“Cutie looked good back when she arrived in New York City.” The pen-and-ink illustration remembering Cutie during the 1960s shows her robust and athletic, her pigtails stuck out as if on wires. In Times Square, buildings warp and stretch into the sky, her eyes wide as she absorbs the new world she’s found. It’s a world shaped by jazz and art, a world vibrating with energy, not wholly knowable. Just so, it’s a world that reflects and helped to shape the woman who arrived and who also remembers arriving, Noriko Shinohara.
Noriko’s experience provides something like a structure for Cutie and the Boxer, a journey of self-invention and discovery, of love and loss. That experience also, in its retelling through the simultaneously spare and stout drawings of Cutie (and her aptly named husband Bullie), is aspirational, a means to rethink past and future, to assert identity and hope too. In the film, Cutie is transformed, becoming not only fantastic and daunting, but also animated, as the drawings move on screen and soundtrack music helps you to imagine the self Noriko has imagined. That imagining has a context too, indicated by Bullie, who is also Noriko’s husband, Ushio, an artist whose signature work is a series of canvases he’s punched with boxing gloves covered with paint.
These canvases are large and wide, and Ushio is making one as the film opens. It’s his 80th birthday, and Noriko helps him to prepare for his day, as she always does, preparing his breakfast, surprising him with his birthday cakes and a gift (a pair of fuzzy duck slippers), then tying on his gloves so he can go to work and photographing him as he works. At their tiny table in their tiny apartment, they banter, perhaps for the camera. Now that he’s old, he says, “I don’t listen to you.” She comes back, “It has nothing to do with turning 80, you never listened.” And the she adds, “So isn’t it about time you listened?”
It may be about time, but their habits—like their jokes—are familiar. They’re also illustrated in Zachary Heinzerling’s documentary, which looks back and forward, retracing their steps, as young lovers and partners in the city, on to their current routine, Ushio’s painting and sculpting, Noriko’s sketching, their coming together in exchanges that are sometimes combative, sometimes loving, always knowing. What each knows, you come to see, differs, even as they share some 40 years of marriage. “I’m sure you can tell,” Ushio nods at the camera on his wife’s exit from the apartment on yet another errand for him, “Noriko doesn’t really want to help. She’s just an assistant,” he goes on, “An average one has to support the genius, that’s what I think.”
You can also tell, perhaps, that Ushio has a stake in believing what he tells you, or at least in saying that he does. The film goes on to show each partner alone, each given to personal memories or complaints, suggesting both their shared history and their dissimilar views of that history, the rhythms and needs that have divided them and also keep them together. His career keeps Ushio focused: old black and white reports show him collecting cardboard on the street, and Edwin Newman observes that if “the quality, to say the least, is in doubt,” the work—labor and piece—is plainly possessed of a “frenetic energy”; in another shot, he sits with Warhol, “in the limelight of US mass media.”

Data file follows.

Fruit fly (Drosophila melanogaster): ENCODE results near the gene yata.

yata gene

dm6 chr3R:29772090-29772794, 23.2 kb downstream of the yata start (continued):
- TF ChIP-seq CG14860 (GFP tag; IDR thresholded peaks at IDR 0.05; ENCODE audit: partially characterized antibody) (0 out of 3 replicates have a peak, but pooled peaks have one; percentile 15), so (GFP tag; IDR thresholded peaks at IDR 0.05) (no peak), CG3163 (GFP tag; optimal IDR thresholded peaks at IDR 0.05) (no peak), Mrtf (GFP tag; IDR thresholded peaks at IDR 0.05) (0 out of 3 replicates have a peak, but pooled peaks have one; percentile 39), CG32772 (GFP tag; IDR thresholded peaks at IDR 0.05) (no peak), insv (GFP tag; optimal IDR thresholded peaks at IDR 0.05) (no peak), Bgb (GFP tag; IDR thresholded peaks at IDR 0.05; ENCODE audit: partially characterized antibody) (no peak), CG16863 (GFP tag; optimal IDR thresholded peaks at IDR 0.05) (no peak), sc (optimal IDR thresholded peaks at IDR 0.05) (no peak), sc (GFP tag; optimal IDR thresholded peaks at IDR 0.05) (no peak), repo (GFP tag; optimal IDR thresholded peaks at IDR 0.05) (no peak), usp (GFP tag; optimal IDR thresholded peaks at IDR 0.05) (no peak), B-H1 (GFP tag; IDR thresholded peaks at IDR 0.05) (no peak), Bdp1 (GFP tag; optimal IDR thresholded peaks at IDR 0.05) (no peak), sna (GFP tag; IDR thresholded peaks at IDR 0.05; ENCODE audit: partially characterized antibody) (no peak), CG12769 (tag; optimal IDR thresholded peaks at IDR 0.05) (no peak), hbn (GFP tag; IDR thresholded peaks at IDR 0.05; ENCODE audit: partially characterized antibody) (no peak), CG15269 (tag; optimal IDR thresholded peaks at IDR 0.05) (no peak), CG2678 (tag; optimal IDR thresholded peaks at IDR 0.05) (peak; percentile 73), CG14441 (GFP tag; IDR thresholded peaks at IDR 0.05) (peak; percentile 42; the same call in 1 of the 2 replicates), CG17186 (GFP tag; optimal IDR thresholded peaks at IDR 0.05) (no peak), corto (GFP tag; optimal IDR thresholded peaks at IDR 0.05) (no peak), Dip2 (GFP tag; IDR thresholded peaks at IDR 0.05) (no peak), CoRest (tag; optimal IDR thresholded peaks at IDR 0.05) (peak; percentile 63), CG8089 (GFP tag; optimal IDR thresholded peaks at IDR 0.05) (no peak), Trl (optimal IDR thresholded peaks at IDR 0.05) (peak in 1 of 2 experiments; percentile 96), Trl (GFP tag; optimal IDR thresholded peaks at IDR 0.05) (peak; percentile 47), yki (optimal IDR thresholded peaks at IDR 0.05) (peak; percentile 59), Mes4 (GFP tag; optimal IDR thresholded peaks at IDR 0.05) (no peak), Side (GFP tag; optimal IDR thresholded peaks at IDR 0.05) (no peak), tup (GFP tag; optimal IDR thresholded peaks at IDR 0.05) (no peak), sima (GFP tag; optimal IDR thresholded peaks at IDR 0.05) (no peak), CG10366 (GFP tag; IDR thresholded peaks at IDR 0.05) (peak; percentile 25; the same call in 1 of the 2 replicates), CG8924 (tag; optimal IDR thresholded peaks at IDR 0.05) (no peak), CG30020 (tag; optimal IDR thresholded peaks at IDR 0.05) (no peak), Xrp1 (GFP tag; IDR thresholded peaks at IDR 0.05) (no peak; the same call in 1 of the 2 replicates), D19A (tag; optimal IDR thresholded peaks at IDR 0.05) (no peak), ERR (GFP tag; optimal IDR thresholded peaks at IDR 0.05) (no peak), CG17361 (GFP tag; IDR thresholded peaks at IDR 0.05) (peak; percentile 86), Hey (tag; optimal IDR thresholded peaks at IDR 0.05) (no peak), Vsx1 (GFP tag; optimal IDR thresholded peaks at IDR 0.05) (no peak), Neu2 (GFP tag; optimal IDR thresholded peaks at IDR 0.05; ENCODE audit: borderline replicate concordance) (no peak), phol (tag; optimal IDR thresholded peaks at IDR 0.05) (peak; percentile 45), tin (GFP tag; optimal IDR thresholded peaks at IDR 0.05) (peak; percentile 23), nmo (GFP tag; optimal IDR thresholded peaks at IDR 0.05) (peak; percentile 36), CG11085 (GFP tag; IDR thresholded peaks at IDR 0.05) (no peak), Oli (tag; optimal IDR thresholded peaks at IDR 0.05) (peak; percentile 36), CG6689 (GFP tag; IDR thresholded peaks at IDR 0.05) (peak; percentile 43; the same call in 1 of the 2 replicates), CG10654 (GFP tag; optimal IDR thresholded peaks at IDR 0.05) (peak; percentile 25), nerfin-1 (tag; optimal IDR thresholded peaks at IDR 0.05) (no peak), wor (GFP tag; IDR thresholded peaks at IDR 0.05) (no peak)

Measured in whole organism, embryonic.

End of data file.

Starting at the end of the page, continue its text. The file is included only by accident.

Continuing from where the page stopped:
Such memories-as-TV are rendered here with jazz music and smash cuts, the art and its marketing equally vibrant. At the same time, he frets, the film suggests in home movie bits of his late nights drinking with friends, reframed in Noriko’s drawings as parties and toasts to “Bullie.” She notes as well, over more home movies of their son Alex, that “I did the best I could to raise my child. Because he came from a poor family with an alcoholic parent, he had a strong inferiority complex.” Cutie and the Boxer doesn’t explore this ongoing dynamic, only shows an adult Alex coming to visit, standing at the edges of shots, the family’s interactions minimal on screen, tensions hovering, off.
Repeatedly the film evokes what’s unseen and unspoken, its compositions vivid with color and motion and sometimes stillness too. When Ushio leaves for an afternoon, Noriko is abruptly, gently mobile, the camera following behind her as if trying to keep up. She makes her way to the rooftop of their apartment building, where they keep lounge chairs; looking into the wide sky, she muses, “When Ushio is gone, suddenly the air clears and it gets very quiet.” As a young wife, she says while you see old home movies and photos, the couple smiling as they create the patterns they now inhabit so fully. “I was just following him.” Now, she keeps her time, she uses it to paint and invent. In her work, Bullie may be menacing but Cutie is awesome, flitting from one edge of the page to another, fast and agile and virtuosic. “Female artists need to be strong to succeed,” she observes, “Cutie is completely my work. She doesn’t want to be put in a mold.”
Here, as the movie considers the relationship between success and inspiration, between costs and confidences, you see Ushio alone, again, swimming, his face underwater as you hear his voiceover; “Art is a demon, a demon that drags along,” he says, “It’s not something you can stop, even if you should. Maybe you go insane, maybe your wife leaves you or your kid runs away. You throw yourself away to be an artist.” And as he emerges, breathes and gulps air, you might think about his boxing, his painting, his working—all activities in process. However Ushio imagines his own tragedy (or success), however he sees Noriko, she sees herself apart, too. And while he ponders his demon, she embraces hers.